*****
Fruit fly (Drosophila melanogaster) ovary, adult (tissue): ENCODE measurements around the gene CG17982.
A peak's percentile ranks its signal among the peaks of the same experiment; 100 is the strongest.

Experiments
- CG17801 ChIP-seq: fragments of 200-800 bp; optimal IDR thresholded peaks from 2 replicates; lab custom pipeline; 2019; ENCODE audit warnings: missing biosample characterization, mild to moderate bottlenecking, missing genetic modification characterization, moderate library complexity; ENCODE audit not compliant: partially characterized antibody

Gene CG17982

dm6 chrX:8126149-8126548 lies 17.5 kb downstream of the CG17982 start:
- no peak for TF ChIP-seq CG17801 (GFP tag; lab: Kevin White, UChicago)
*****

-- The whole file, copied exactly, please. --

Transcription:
Fruit fly (Drosophila melanogaster) ovary, adult (tissue): ENCODE measurements around the gene CG17982.
A peak's percentile ranks its signal among the peaks of the same experiment; 100 is the strongest.

Experiments
- CG17801 ChIP-seq: fragments of 200-800 bp; optimal IDR thresholded peaks from 2 replicates; lab custom pipeline; 2019; ENCODE audit warnings: missing biosample characterization, mild to moderate bottlenecking, missing genetic modification characterization, moderate library complexity; ENCODE audit not compliant: partially characterized antibody

Gene CG17982

dm6 chrX:8126149-8126548 lies 17.5 kb downstream of the CG17982 start:
- no peak for TF ChIP-seq CG17801 (GFP tag; lab: Kevin White, UChicago)